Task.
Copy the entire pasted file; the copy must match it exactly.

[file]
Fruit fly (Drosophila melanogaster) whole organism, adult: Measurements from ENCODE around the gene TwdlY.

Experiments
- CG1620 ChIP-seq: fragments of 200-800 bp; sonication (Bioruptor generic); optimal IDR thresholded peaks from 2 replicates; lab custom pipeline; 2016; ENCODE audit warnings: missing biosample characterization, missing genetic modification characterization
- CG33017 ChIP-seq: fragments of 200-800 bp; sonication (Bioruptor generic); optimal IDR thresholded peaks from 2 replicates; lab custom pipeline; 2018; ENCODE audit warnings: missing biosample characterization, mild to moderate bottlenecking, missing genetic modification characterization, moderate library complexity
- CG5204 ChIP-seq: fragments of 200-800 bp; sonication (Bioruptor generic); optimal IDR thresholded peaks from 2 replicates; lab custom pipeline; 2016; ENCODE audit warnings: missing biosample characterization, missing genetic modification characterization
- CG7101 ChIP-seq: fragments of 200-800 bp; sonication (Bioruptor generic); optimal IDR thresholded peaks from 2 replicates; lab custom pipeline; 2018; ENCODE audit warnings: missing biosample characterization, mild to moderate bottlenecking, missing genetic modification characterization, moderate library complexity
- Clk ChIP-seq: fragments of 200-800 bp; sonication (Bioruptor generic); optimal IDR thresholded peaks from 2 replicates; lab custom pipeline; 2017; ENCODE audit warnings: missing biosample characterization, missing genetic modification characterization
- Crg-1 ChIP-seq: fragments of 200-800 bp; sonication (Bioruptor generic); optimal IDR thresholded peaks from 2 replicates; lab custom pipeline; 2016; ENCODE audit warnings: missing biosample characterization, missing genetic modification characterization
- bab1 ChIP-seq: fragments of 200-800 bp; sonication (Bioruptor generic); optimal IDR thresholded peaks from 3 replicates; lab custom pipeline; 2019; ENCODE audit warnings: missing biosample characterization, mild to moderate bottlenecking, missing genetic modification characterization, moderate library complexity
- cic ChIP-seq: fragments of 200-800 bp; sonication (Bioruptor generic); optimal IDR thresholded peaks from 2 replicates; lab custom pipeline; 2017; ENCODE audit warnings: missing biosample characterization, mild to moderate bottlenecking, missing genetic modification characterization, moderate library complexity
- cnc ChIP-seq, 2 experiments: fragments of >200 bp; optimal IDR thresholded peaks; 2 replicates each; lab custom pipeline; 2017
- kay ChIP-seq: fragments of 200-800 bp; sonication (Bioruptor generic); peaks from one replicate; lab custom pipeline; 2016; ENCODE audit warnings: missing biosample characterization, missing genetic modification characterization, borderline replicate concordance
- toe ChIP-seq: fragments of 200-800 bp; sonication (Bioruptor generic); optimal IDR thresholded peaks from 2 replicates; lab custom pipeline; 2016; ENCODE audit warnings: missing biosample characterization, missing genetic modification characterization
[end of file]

Fruit fly (Drosophila melanogaster) whole organism, adult: Measurements from ENCODE around the gene TwdlY.

Experiments
- CG1620 ChIP-seq: fragments of 200-800 bp; sonication (Bioruptor generic); optimal IDR thresholded peaks from 2 replicates; lab custom pipeline; 2016; ENCODE audit warnings: missing biosample characterization, missing genetic modification characterization
- CG33017 ChIP-seq: fragments of 200-800 bp; sonication (Bioruptor generic); optimal IDR thresholded peaks from 2 replicates; lab custom pipeline; 2018; ENCODE audit warnings: missing biosample characterization, mild to moderate bottlenecking, missing genetic modification characterization, moderate library complexity
- CG5204 ChIP-seq: fragments of 200-800 bp; sonication (Bioruptor generic); optimal IDR thresholded peaks from 2 replicates; lab custom pipeline; 2016; ENCODE audit warnings: missing biosample characterization, missing genetic modification characterization
- CG7101 ChIP-seq: fragments of 200-800 bp; sonication (Bioruptor generic); optimal IDR thresholded peaks from 2 replicates; lab custom pipeline; 2018; ENCODE audit warnings: missing biosample characterization, mild to moderate bottlenecking, missing genetic modification characterization, moderate library complexity
- Clk ChIP-seq: fragments of 200-800 bp; sonication (Bioruptor generic); optimal IDR thresholded peaks from 2 replicates; lab custom pipeline; 2017; ENCODE audit warnings: missing biosample characterization, missing genetic modification characterization
- Crg-1 ChIP-seq: fragments of 200-800 bp; sonication (Bioruptor generic); optimal IDR thresholded peaks from 2 replicates; lab custom pipeline; 2016; ENCODE audit warnings: missing biosample characterization, missing genetic modification characterization
- bab1 ChIP-seq: fragments of 200-800 bp; sonication (Bioruptor generic); optimal IDR thresholded peaks from 3 replicates; lab custom pipeline; 2019; ENCODE audit warnings: missing biosample characterization, mild to moderate bottlenecking, missing genetic modification characterization, moderate library complexity
- cic ChIP-seq: fragments of 200-800 bp; sonication (Bioruptor generic); optimal IDR thresholded peaks from 2 replicates; lab custom pipeline; 2017; ENCODE audit warnings: missing biosample characterization, mild to moderate bottlenecking, missing genetic modification characterization, moderate library complexity
- cnc ChIP-seq, 2 experiments: fragments of >200 bp; optimal IDR thresholded peaks; 2 replicates each; lab custom pipeline; 2017
- kay ChIP-seq: fragments of 200-800 bp; sonication (Bioruptor generic); peaks from one replicate; lab custom pipeline; 2016; ENCODE audit warnings: missing biosample characterization, missing genetic modification characterization, borderline replicate concordance
- toe ChIP-seq: fragments of 200-800 bp; sonication (Bioruptor generic); optimal IDR thresholded peaks from 2 replicates; lab custom pipeline; 2016; ENCODE audit warnings: missing biosample characterization, missing genetic modification characterization